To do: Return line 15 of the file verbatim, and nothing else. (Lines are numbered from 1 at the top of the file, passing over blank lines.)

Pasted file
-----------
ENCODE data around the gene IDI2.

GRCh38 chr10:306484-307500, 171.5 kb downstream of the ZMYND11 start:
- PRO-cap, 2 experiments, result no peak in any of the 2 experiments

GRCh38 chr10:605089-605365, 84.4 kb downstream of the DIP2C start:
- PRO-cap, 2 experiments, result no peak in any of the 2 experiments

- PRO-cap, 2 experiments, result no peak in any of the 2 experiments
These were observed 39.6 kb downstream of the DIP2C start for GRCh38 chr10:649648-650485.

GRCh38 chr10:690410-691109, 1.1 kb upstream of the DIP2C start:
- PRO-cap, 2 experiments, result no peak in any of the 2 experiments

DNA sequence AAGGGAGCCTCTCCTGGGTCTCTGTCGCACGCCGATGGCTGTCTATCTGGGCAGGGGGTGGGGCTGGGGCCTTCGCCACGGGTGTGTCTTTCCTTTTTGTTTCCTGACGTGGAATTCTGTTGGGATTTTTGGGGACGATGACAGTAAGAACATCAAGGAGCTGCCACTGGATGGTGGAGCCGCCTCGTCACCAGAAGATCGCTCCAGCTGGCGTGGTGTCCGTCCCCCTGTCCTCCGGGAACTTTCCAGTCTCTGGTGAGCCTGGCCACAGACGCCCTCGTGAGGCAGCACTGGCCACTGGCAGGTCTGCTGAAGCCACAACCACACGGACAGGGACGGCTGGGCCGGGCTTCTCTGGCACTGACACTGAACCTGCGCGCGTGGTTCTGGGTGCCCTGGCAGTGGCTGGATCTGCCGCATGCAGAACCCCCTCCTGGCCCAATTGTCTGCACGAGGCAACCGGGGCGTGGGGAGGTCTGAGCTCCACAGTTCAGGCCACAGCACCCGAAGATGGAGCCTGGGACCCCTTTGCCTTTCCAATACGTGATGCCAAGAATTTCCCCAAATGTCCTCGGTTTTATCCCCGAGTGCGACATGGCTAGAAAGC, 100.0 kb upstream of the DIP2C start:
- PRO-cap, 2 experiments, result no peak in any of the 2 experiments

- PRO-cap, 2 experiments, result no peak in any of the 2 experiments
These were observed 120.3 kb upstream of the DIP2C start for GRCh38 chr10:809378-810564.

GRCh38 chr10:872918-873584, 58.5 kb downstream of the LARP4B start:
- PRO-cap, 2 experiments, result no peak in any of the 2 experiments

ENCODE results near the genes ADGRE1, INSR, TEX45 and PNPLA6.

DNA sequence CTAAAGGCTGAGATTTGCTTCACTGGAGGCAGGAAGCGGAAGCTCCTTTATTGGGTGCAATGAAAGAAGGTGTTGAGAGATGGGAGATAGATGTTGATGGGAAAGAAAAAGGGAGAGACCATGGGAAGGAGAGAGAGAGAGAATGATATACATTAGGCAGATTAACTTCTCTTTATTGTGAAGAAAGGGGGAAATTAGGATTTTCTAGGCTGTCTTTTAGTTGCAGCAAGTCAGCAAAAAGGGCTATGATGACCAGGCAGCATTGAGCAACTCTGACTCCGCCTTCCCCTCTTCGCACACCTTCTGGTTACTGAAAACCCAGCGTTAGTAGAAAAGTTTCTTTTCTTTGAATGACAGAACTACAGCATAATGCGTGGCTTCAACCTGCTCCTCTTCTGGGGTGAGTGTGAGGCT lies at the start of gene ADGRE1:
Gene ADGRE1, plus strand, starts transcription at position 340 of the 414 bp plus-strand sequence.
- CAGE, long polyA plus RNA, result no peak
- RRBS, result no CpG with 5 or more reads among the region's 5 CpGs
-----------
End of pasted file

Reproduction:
- PRO-cap, 2 experiments, result no peak in any of the 2 experiments